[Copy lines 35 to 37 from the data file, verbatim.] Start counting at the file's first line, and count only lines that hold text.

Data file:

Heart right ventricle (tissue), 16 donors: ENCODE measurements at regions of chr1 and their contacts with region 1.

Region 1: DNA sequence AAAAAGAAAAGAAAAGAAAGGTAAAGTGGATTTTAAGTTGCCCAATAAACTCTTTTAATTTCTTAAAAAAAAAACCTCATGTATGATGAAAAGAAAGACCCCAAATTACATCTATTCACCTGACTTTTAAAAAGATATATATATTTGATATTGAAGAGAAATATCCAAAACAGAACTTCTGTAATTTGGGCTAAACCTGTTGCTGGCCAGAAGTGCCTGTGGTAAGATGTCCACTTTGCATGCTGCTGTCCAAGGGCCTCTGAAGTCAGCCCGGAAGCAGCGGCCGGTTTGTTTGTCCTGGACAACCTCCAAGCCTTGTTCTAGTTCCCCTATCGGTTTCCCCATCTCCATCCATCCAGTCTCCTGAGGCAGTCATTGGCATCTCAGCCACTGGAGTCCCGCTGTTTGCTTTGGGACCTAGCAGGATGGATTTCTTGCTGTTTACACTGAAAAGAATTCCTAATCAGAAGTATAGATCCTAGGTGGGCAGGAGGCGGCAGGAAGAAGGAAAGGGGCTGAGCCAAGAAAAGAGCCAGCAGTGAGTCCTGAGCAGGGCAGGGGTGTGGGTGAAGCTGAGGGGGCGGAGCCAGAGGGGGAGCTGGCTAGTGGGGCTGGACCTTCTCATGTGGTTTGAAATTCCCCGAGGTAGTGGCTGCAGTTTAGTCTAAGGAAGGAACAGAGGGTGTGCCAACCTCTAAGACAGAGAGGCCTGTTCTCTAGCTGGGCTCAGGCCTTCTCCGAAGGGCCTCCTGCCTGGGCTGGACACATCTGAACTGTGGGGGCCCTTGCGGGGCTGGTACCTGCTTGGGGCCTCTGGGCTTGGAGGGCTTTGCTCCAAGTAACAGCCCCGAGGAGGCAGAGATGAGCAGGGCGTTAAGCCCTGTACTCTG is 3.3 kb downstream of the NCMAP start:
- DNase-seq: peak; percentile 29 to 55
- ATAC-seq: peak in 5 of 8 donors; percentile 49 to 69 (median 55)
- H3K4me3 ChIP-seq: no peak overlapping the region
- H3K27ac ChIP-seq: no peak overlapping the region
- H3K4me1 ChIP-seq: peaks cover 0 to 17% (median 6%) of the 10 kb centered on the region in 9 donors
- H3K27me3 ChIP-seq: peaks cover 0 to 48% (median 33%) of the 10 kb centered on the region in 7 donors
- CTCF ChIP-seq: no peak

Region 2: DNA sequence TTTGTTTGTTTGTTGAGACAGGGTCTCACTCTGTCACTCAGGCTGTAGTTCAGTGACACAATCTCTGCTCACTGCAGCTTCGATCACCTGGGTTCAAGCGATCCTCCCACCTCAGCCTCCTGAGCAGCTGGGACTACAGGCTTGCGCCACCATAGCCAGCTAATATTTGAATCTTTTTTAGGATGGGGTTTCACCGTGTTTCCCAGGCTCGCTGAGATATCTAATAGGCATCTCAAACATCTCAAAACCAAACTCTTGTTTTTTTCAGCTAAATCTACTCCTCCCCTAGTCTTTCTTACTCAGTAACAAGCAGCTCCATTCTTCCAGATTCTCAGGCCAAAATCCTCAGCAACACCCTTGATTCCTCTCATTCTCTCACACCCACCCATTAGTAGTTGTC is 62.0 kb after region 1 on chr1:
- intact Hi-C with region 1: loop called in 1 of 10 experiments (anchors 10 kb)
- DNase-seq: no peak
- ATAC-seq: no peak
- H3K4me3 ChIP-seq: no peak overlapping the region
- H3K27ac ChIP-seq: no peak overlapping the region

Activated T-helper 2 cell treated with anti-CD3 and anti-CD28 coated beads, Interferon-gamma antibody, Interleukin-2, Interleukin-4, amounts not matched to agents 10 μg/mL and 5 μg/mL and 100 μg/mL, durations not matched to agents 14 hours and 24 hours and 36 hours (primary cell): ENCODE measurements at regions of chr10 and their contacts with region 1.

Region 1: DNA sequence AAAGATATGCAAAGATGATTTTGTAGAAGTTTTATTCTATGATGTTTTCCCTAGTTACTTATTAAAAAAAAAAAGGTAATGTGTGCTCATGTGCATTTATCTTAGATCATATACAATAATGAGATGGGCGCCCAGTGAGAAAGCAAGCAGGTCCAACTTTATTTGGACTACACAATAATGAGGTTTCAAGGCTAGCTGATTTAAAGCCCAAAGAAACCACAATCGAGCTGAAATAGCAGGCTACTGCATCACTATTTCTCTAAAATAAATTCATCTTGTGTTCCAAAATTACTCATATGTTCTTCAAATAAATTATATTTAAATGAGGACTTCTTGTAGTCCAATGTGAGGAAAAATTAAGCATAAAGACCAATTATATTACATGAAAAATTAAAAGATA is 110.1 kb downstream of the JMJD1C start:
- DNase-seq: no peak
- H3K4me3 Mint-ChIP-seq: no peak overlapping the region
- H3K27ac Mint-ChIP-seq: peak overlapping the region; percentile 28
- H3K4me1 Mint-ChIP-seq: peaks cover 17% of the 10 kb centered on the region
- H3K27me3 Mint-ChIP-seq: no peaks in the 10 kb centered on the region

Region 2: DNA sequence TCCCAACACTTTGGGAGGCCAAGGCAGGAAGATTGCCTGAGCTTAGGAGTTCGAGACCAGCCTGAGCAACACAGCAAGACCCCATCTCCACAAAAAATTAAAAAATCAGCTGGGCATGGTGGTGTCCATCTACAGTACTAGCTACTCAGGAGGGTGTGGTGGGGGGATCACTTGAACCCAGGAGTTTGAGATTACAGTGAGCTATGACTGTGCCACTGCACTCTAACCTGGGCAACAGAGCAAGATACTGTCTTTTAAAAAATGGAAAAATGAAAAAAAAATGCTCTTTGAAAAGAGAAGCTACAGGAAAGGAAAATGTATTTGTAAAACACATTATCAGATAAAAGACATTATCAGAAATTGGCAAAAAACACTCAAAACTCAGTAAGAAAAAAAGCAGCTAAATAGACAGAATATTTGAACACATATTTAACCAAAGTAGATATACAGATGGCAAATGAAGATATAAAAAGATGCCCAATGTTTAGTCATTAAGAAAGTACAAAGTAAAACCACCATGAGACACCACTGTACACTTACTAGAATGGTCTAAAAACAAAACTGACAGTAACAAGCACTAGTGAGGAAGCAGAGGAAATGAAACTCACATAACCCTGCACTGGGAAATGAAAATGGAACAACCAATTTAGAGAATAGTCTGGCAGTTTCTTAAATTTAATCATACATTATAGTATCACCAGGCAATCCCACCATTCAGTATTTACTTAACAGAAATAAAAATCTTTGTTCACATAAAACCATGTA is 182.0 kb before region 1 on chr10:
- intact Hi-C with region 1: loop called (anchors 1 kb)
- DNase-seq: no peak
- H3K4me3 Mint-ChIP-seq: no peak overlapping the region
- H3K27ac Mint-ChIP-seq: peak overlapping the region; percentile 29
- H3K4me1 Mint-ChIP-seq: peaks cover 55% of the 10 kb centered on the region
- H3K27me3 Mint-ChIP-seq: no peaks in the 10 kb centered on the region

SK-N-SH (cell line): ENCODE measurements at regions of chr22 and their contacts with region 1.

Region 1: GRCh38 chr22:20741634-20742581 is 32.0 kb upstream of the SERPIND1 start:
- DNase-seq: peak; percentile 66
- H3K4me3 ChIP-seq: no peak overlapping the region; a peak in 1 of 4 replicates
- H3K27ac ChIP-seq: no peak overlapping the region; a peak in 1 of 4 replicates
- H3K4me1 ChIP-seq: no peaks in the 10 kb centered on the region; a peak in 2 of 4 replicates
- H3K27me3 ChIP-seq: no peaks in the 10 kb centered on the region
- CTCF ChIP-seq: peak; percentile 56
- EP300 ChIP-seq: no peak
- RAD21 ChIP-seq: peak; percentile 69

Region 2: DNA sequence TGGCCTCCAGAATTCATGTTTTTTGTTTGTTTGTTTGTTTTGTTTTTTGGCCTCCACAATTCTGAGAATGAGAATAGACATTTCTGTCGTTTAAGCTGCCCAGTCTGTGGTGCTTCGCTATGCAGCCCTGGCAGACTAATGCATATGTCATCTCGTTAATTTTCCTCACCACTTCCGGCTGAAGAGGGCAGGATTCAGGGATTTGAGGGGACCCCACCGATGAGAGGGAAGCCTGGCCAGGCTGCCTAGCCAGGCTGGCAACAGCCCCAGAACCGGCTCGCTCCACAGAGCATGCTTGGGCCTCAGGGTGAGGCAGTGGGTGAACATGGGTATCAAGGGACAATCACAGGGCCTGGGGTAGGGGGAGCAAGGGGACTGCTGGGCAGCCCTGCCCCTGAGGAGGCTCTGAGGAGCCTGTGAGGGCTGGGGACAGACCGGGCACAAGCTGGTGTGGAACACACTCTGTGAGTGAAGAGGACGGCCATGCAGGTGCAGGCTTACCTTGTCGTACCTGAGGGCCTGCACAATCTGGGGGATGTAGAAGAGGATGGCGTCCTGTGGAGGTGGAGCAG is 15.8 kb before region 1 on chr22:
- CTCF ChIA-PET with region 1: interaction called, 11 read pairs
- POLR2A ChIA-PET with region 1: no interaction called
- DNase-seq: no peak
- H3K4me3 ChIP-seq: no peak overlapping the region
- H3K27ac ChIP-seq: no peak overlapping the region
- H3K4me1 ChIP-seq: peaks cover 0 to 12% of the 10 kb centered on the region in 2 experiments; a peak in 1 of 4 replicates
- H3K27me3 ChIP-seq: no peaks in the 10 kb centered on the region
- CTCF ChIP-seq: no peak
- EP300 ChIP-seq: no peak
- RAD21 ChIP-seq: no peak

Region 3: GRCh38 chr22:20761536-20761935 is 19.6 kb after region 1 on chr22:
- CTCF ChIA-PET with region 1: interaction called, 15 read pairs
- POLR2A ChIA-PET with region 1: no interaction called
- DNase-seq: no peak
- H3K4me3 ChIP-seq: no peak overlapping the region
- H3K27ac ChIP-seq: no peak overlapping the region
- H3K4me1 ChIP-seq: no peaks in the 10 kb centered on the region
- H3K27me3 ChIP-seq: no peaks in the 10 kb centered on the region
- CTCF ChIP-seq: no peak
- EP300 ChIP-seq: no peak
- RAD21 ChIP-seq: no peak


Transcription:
- H3K4me1 ChIP-seq: no peaks in the 10 kb centered on the region; a peak in 2 of 4 replicates
- H3K27me3 ChIP-seq: no peaks in the 10 kb centered on the region
- CTCF ChIP-seq: peak; percentile 56